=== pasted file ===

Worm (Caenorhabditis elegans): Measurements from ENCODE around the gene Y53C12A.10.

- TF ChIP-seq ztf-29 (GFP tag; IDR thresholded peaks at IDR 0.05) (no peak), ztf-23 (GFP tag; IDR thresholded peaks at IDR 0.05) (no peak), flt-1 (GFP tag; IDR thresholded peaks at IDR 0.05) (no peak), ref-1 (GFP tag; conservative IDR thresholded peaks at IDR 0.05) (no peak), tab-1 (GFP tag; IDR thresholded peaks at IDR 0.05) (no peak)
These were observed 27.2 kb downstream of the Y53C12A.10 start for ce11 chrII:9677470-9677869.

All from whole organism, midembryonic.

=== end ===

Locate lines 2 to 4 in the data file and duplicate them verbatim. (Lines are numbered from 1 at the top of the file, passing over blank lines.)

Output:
- TF ChIP-seq ztf-29 (GFP tag; IDR thresholded peaks at IDR 0.05) (no peak), ztf-23 (GFP tag; IDR thresholded peaks at IDR 0.05) (no peak), flt-1 (GFP tag; IDR thresholded peaks at IDR 0.05) (no peak), ref-1 (GFP tag; conservative IDR thresholded peaks at IDR 0.05) (no peak), tab-1 (GFP tag; IDR thresholded peaks at IDR 0.05) (no peak)
These were observed 27.2 kb downstream of the Y53C12A.10 start for ce11 chrII:9677470-9677869.

All from whole organism, midembryonic.